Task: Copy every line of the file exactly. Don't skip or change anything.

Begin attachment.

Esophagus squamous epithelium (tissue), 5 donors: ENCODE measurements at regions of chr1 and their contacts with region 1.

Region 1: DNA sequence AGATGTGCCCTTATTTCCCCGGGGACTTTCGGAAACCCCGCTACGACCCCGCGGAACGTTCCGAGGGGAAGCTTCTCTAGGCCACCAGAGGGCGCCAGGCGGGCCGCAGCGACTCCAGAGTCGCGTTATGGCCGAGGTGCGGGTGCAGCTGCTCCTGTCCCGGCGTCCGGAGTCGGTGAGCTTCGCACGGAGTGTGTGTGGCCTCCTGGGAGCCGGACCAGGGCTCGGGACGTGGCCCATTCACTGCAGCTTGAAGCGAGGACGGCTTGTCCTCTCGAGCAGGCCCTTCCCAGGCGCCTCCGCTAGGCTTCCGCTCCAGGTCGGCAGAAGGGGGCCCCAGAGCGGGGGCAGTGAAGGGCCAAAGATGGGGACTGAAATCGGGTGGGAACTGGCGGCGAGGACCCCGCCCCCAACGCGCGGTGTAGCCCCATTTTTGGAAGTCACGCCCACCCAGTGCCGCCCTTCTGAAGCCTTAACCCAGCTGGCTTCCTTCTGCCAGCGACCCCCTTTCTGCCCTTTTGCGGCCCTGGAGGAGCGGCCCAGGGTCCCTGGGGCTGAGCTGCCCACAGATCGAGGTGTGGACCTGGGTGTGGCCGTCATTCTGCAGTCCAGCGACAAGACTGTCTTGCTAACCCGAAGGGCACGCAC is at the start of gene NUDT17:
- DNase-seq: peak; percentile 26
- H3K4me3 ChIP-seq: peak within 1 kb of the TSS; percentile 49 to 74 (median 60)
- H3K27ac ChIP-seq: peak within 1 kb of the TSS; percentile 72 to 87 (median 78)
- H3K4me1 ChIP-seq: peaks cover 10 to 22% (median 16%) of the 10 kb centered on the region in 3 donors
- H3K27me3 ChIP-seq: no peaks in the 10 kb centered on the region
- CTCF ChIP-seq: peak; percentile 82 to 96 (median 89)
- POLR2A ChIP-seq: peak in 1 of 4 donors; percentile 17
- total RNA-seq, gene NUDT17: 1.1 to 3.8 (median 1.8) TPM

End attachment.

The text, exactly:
Esophagus squamous epithelium (tissue), 5 donors: ENCODE measurements at regions of chr1 and their contacts with region 1.

Region 1: DNA sequence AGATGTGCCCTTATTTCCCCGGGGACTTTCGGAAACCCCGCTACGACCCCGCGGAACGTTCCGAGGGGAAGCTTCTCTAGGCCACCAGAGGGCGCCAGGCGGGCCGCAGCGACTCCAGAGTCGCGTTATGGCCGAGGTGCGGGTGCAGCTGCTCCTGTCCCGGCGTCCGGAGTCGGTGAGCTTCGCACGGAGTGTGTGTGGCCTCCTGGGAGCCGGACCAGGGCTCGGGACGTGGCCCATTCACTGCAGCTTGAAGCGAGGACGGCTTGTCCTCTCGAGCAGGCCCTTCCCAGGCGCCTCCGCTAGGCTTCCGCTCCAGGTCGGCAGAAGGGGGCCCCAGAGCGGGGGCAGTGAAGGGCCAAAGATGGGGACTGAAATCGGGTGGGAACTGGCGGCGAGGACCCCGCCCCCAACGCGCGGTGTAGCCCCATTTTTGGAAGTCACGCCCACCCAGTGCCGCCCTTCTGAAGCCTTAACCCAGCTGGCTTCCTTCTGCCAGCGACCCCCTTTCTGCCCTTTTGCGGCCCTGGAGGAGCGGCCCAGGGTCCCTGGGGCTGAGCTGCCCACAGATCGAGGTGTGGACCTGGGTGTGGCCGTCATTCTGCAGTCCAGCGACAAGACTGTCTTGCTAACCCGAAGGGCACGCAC is at the start of gene NUDT17:
- DNase-seq: peak; percentile 26
- H3K4me3 ChIP-seq: peak within 1 kb of the TSS; percentile 49 to 74 (median 60)
- H3K27ac ChIP-seq: peak within 1 kb of the TSS; percentile 72 to 87 (median 78)
- H3K4me1 ChIP-seq: peaks cover 10 to 22% (median 16%) of the 10 kb centered on the region in 3 donors
- H3K27me3 ChIP-seq: no peaks in the 10 kb centered on the region
- CTCF ChIP-seq: peak; percentile 82 to 96 (median 89)
- POLR2A ChIP-seq: peak in 1 of 4 donors; percentile 17
- total RNA-seq, gene NUDT17: 1.1 to 3.8 (median 1.8) TPM